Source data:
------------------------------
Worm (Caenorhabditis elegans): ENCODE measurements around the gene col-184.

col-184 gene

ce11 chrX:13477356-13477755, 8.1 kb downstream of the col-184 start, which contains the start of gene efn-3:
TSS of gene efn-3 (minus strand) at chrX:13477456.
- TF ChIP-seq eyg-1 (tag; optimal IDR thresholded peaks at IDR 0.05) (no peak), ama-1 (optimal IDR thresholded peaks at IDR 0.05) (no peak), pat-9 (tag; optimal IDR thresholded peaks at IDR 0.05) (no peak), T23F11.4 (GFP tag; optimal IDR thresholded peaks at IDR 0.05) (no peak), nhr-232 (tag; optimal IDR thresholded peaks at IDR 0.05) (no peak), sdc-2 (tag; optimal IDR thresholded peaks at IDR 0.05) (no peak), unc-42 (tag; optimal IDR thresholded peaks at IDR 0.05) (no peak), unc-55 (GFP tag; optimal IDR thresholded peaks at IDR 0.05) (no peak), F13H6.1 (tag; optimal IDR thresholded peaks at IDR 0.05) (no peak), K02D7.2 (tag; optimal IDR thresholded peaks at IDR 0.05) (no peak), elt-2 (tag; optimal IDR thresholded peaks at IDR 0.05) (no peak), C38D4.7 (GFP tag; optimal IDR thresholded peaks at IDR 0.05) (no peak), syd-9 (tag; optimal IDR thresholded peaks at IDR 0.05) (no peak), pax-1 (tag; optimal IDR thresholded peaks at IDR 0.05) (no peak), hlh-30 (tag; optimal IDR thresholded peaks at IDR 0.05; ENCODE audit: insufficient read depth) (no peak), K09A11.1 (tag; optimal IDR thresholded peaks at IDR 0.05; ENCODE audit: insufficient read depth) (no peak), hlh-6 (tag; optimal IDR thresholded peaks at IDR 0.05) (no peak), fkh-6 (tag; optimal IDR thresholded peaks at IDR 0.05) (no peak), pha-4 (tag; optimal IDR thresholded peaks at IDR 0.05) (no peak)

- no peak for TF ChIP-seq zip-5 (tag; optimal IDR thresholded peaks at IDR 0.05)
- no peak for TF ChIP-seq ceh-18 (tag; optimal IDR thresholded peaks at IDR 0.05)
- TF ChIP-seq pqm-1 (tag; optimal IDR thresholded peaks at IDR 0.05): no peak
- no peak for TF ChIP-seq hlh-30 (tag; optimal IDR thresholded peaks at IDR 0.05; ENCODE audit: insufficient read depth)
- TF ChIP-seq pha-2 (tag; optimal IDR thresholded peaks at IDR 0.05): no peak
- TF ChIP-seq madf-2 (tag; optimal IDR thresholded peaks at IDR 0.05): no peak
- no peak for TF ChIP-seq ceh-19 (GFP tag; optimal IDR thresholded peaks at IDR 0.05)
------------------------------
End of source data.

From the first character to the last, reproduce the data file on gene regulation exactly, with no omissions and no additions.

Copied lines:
Worm (Caenorhabditis elegans): ENCODE measurements around the gene col-184.

col-184 gene

ce11 chrX:13477356-13477755, 8.1 kb downstream of the col-184 start, which contains the start of gene efn-3:
TSS of gene efn-3 (minus strand) at chrX:13477456.
- TF ChIP-seq eyg-1 (tag; optimal IDR thresholded peaks at IDR 0.05) (no peak), ama-1 (optimal IDR thresholded peaks at IDR 0.05) (no peak), pat-9 (tag; optimal IDR thresholded peaks at IDR 0.05) (no peak), T23F11.4 (GFP tag; optimal IDR thresholded peaks at IDR 0.05) (no peak), nhr-232 (tag; optimal IDR thresholded peaks at IDR 0.05) (no peak), sdc-2 (tag; optimal IDR thresholded peaks at IDR 0.05) (no peak), unc-42 (tag; optimal IDR thresholded peaks at IDR 0.05) (no peak), unc-55 (GFP tag; optimal IDR thresholded peaks at IDR 0.05) (no peak), F13H6.1 (tag; optimal IDR thresholded peaks at IDR 0.05) (no peak), K02D7.2 (tag; optimal IDR thresholded peaks at IDR 0.05) (no peak), elt-2 (tag; optimal IDR thresholded peaks at IDR 0.05) (no peak), C38D4.7 (GFP tag; optimal IDR thresholded peaks at IDR 0.05) (no peak), syd-9 (tag; optimal IDR thresholded peaks at IDR 0.05) (no peak), pax-1 (tag; optimal IDR thresholded peaks at IDR 0.05) (no peak), hlh-30 (tag; optimal IDR thresholded peaks at IDR 0.05; ENCODE audit: insufficient read depth) (no peak), K09A11.1 (tag; optimal IDR thresholded peaks at IDR 0.05; ENCODE audit: insufficient read depth) (no peak), hlh-6 (tag; optimal IDR thresholded peaks at IDR 0.05) (no peak), fkh-6 (tag; optimal IDR thresholded peaks at IDR 0.05) (no peak), pha-4 (tag; optimal IDR thresholded peaks at IDR 0.05) (no peak)

- no peak for TF ChIP-seq zip-5 (tag; optimal IDR thresholded peaks at IDR 0.05)
- no peak for TF ChIP-seq ceh-18 (tag; optimal IDR thresholded peaks at IDR 0.05)
- TF ChIP-seq pqm-1 (tag; optimal IDR thresholded peaks at IDR 0.05): no peak
- no peak for TF ChIP-seq hlh-30 (tag; optimal IDR thresholded peaks at IDR 0.05; ENCODE audit: insufficient read depth)
- TF ChIP-seq pha-2 (tag; optimal IDR thresholded peaks at IDR 0.05): no peak
- TF ChIP-seq madf-2 (tag; optimal IDR thresholded peaks at IDR 0.05): no peak
- no peak for TF ChIP-seq ceh-19 (GFP tag; optimal IDR thresholded peaks at IDR 0.05)